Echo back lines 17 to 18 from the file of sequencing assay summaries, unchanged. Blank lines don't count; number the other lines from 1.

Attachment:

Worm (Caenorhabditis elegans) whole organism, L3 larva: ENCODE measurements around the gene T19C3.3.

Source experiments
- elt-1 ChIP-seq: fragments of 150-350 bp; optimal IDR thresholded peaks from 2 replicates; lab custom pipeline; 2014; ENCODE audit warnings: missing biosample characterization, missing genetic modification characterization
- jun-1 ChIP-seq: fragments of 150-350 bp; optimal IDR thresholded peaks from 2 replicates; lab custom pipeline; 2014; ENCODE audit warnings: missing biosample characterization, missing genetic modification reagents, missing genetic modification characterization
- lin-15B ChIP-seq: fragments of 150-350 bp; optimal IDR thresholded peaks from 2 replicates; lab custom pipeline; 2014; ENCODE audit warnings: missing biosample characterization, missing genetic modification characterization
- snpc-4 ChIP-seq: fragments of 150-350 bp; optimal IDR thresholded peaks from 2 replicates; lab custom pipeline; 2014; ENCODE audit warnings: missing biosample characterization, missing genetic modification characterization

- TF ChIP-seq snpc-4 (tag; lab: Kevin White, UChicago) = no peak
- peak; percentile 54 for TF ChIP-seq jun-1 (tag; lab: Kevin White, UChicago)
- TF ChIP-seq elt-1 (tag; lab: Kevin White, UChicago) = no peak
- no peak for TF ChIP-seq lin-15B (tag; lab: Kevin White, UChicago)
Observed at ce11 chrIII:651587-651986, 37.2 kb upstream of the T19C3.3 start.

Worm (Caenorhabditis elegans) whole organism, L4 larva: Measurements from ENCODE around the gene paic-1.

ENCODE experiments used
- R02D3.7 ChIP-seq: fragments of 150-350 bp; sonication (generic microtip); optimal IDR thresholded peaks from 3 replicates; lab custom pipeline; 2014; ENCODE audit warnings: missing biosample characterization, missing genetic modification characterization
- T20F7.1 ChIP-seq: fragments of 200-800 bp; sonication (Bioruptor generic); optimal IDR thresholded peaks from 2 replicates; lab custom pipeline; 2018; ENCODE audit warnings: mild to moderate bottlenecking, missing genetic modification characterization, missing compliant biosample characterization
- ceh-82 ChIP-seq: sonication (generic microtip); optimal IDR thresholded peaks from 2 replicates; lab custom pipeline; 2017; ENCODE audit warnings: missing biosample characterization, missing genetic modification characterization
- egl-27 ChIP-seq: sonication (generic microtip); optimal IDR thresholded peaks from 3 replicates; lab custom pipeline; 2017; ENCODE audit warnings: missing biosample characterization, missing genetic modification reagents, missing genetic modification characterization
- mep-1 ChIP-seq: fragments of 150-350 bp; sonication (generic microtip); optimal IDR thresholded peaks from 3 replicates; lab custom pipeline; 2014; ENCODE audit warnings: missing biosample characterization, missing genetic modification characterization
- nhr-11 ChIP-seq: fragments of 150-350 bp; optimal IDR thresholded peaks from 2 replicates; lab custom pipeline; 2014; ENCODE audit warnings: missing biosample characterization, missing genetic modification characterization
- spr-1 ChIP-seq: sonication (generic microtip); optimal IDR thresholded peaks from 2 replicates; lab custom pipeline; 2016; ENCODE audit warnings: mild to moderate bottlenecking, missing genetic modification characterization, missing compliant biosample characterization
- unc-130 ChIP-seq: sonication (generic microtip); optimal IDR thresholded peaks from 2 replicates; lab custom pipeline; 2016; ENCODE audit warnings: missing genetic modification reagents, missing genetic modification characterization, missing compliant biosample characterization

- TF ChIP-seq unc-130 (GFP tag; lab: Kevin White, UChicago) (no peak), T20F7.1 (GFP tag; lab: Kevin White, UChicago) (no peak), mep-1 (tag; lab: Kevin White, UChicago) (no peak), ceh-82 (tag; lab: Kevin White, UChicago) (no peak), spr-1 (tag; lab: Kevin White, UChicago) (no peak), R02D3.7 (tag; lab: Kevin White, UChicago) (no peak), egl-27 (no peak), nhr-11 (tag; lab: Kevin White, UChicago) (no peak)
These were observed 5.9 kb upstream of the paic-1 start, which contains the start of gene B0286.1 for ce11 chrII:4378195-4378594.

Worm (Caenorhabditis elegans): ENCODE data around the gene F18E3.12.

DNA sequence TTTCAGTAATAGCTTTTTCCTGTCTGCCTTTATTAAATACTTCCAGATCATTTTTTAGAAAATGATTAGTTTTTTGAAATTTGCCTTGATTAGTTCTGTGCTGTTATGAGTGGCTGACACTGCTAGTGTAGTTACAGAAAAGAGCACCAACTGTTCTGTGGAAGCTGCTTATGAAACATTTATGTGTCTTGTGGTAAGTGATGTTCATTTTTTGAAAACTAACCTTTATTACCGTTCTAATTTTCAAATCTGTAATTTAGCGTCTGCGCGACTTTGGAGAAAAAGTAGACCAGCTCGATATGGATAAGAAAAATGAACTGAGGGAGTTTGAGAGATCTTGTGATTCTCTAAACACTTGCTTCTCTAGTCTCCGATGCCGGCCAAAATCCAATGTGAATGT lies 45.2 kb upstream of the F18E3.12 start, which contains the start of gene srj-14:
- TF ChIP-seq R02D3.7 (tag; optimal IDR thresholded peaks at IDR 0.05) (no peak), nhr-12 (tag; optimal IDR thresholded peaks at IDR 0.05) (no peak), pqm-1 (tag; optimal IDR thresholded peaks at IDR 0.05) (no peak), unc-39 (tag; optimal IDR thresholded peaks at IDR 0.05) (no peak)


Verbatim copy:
- egl-27 ChIP-seq: sonication (generic microtip); optimal IDR thresholded peaks from 3 replicates; lab custom pipeline; 2017; ENCODE audit warnings: missing biosample characterization, missing genetic modification reagents, missing genetic modification characterization
- mep-1 ChIP-seq: fragments of 150-350 bp; sonication (generic microtip); optimal IDR thresholded peaks from 3 replicates; lab custom pipeline; 2014; ENCODE audit warnings: missing biosample characterization, missing genetic modification characterization